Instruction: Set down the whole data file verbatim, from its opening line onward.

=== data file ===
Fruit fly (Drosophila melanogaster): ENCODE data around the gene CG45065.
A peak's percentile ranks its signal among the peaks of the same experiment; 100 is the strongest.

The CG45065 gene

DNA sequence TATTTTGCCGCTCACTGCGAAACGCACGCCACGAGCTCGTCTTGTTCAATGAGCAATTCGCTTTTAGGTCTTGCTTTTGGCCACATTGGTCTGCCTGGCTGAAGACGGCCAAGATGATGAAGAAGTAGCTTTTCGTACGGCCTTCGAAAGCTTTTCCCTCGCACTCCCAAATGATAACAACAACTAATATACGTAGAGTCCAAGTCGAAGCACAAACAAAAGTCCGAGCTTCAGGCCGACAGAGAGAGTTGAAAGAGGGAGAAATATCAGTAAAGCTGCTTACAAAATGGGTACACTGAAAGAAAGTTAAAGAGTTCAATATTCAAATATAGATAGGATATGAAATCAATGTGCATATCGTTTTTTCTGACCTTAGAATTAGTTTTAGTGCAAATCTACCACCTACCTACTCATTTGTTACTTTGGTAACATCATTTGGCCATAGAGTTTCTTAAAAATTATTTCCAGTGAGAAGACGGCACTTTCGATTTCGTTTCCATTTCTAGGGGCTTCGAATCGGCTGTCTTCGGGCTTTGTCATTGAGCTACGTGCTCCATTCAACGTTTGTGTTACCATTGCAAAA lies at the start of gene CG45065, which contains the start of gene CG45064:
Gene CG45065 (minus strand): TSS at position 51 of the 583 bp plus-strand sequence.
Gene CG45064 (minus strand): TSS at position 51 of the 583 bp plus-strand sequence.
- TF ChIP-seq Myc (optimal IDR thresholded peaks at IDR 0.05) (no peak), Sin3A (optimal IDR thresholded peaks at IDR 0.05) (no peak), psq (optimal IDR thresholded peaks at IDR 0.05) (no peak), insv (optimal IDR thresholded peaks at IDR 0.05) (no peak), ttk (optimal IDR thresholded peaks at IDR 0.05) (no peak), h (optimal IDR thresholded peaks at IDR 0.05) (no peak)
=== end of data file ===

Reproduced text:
Fruit fly (Drosophila melanogaster): ENCODE data around the gene CG45065.
A peak's percentile ranks its signal among the peaks of the same experiment; 100 is the strongest.

The CG45065 gene

DNA sequence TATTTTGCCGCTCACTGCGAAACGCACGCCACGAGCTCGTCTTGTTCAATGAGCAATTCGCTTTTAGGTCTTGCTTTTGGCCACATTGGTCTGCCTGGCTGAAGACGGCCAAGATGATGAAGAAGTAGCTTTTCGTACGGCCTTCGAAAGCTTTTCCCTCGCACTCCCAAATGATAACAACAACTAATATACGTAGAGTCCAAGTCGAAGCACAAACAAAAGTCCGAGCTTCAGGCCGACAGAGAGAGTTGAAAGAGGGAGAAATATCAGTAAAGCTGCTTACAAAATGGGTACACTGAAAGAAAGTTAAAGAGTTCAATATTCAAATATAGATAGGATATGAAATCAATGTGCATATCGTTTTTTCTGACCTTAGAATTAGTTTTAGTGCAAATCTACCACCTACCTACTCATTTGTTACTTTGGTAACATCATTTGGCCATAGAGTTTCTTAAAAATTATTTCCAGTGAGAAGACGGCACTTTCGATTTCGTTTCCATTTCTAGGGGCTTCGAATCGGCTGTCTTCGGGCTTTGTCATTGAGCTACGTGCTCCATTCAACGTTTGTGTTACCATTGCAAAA lies at the start of gene CG45065, which contains the start of gene CG45064:
Gene CG45065 (minus strand): TSS at position 51 of the 583 bp plus-strand sequence.
Gene CG45064 (minus strand): TSS at position 51 of the 583 bp plus-strand sequence.
- TF ChIP-seq Myc (optimal IDR thresholded peaks at IDR 0.05) (no peak), Sin3A (optimal IDR thresholded peaks at IDR 0.05) (no peak), psq (optimal IDR thresholded peaks at IDR 0.05) (no peak), insv (optimal IDR thresholded peaks at IDR 0.05) (no peak), ttk (optimal IDR thresholded peaks at IDR 0.05) (no peak), h (optimal IDR thresholded peaks at IDR 0.05) (no peak)